Italian lawmakers failed Wednesday to elect a new president in a third round of voting, as bickering party leaders blamed each other for pushing the country towards a political crisis.

Prime Minister Mario Draghi, who was the frontrunner for the post ahead of the election, pocketed just five votes as parties panicked at the idea of pulling him from his job.

Political analysts have warned that moving the former European Central Bank head to the presidential palace could deal a fatal blow to an already weak ruling coalition, sparking snap elections.

A fourth round of voting will be held Thursday morning and could lead to a breakthrough, as the threshold for victory now falls from a two-thirds majority to an absolute majority.

Italy's president is a ceremonial figure but wields great power in crises. Doubts over candidates led some 412 of the 1,000 or so voting MPs, senators and regional representatives to cast blank ballots Wednesday.

A fourth round of voting for Italian president will be held Thursday after three failed votes on a successor to Sergio Matteralla A fourth round of voting for Italian president will be held Thursday after three failed votes on a successor to Sergio Matteralla Photo: POOL via AFP / Alberto PIZZOLI

Outgoing 80-year old president Sergio Mattarella -- who has repeatedly ruled out serving a second term -- won the most votes, with 125 ballots.

Draghi, 74, who was brought in to lead a national unity government a year ago, had been hailed by some as the best candidate for the seven-year presidential post because of his perceived skill in ensuring political stability.

But most insist he stay as premier to oversee reforms demanded in exchange for funds from the EU's post-pandemic recovery scheme.

Rome is the biggest beneficiary of the programme, to the tune of almost 200 billion euros ($225 billion).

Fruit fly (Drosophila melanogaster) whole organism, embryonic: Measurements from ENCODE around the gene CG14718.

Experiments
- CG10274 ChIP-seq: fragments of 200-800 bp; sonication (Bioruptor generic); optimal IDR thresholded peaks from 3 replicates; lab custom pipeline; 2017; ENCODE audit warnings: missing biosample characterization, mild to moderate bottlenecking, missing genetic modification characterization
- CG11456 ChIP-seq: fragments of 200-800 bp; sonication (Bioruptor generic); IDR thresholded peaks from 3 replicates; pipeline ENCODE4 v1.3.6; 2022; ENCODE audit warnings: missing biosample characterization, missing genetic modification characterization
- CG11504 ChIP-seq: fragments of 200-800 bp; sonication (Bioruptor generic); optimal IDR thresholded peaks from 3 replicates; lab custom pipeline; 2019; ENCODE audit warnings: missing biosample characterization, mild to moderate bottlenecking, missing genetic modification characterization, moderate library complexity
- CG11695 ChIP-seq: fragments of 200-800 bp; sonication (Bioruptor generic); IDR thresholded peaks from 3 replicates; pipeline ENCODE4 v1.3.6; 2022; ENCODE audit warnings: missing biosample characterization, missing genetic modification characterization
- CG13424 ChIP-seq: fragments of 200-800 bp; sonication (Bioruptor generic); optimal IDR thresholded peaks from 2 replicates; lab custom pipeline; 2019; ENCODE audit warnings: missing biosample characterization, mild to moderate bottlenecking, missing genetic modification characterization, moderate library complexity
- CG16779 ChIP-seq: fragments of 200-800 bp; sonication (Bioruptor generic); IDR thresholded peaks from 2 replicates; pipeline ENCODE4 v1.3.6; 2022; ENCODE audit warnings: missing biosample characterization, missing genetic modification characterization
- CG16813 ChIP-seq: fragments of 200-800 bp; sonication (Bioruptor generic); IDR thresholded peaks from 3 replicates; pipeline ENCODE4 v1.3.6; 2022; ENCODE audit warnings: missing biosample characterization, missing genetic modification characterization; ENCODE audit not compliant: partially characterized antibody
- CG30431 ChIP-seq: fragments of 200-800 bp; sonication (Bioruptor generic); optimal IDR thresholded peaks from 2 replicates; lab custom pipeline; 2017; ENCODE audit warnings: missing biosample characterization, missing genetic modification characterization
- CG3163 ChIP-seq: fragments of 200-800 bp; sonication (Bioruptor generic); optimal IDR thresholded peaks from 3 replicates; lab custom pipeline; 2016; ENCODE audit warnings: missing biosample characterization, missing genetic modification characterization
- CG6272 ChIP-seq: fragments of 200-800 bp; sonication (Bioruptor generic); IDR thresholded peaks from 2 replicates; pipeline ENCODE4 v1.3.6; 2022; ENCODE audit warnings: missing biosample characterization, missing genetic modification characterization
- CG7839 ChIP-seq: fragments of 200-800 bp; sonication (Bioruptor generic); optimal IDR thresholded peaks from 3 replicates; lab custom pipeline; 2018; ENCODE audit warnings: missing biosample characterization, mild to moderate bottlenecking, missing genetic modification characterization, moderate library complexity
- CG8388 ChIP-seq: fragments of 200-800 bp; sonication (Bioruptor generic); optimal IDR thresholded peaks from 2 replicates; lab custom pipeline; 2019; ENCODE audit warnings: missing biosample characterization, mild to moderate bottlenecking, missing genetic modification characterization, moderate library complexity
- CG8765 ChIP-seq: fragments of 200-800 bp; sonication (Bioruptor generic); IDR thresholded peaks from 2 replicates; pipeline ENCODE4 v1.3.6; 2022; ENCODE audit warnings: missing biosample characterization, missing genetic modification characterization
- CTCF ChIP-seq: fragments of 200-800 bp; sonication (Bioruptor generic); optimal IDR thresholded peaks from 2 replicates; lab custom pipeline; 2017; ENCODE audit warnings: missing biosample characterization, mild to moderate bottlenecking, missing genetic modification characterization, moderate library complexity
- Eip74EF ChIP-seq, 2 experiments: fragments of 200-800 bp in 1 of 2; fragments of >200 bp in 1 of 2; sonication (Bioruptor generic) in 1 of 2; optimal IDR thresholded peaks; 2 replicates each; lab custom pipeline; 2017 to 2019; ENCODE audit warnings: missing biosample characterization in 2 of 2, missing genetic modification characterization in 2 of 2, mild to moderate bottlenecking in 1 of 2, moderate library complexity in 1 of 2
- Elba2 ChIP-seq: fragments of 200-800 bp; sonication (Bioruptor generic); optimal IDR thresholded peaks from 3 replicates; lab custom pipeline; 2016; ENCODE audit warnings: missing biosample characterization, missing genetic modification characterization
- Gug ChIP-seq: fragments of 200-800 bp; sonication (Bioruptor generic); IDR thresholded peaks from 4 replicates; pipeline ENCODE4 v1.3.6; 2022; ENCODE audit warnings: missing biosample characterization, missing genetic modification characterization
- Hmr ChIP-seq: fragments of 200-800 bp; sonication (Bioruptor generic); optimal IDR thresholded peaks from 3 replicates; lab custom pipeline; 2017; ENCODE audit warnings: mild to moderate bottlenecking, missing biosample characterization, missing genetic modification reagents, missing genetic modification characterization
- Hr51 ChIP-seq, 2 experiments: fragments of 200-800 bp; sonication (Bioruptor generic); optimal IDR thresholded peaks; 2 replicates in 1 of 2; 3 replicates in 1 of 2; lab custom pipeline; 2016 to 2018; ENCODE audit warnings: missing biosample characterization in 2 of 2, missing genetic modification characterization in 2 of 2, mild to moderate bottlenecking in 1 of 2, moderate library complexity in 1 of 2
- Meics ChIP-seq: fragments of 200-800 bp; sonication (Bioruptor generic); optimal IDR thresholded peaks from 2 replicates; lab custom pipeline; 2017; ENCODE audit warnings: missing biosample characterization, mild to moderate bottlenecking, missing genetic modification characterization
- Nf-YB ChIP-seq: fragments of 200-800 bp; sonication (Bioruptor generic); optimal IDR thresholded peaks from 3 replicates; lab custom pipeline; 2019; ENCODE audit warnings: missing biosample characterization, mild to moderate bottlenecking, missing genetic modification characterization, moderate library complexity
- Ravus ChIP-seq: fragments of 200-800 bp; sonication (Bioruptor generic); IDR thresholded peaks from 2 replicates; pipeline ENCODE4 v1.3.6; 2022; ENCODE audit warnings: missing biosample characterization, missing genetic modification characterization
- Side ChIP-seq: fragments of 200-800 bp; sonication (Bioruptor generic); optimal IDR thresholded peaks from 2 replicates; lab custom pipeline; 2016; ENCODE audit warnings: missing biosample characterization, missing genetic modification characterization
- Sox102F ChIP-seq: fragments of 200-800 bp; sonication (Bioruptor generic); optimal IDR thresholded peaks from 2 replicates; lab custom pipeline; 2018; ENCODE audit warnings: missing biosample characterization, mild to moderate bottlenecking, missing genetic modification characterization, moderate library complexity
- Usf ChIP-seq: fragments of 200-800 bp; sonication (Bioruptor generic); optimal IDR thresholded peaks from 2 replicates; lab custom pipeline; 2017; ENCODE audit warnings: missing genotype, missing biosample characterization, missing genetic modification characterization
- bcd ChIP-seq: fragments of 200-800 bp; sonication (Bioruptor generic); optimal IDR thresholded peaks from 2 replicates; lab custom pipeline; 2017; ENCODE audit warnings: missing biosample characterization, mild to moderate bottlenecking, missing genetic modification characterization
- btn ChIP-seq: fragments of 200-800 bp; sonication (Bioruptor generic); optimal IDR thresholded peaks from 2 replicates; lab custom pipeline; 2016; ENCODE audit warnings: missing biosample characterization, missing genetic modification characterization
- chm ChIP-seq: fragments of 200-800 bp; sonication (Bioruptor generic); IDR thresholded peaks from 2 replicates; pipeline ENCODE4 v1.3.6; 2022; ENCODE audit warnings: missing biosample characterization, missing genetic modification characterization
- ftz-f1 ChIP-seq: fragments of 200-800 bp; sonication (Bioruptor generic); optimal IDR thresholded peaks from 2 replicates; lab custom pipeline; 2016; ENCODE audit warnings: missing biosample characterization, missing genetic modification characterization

Mario Draghi had been hailed by some as the best candidate for the seven-year presidential post because of his perceived skill in ensuring political stability. Mario Draghi had been hailed by some as the best candidate for the seven-year presidential post because of his perceived skill in ensuring political stability. Photo: AFP / Alberto PIZZOLI

Draghi hinted last month he is interested in becoming head of state but has since remained silent on the issue.

Marco Travaglio, editor of the Fatto Quotidiano daily, compared him Tuesday to Francesco Schettino, the disgraced captain who was convicted of abandoning ship when the Costa Concordia cruise ship sank off Italy in 2012.

"The parties are asking him to stay (as PM), and he wants to escape," he said.

Draghi "is still in the race and still has a significant chance" of being elected, Giovanni Orsina, head of the Luiss School of Government in Rome, told AFP.

Former Chamber of Deputies speaker Pier Ferdinando Casini, 66, who got 52 votes Wednesday, had better chances, Orsina said, but warned "things change very quickly".

Matteo Salvini, head of the far-right League party, accused the centre-left of shooting down every single name put forward by the right -- which had initially backed billionaire magnate Silvio Berlusconi.

Berlusconi, who formally withdrew from the race on the weekend, won four votes at Wednesday's ballot.

"I'm trying to negotiate", but "any name I put forward I get 'no' from the opposite side," Salvini said.

He and others on the right flatly rejected a proposal by the leader of the centre-left Democratic Party (PD), Enrico Letta, for a lock-in similar to a papal conclave to force them to find a common candidate.

Letta's suggestion we "shut ourselves in a room, (with just) bread and water" prompted Salvini Wednesday to quip: "if I lose three kilos it won't hurt, but we don't need" a lock-in.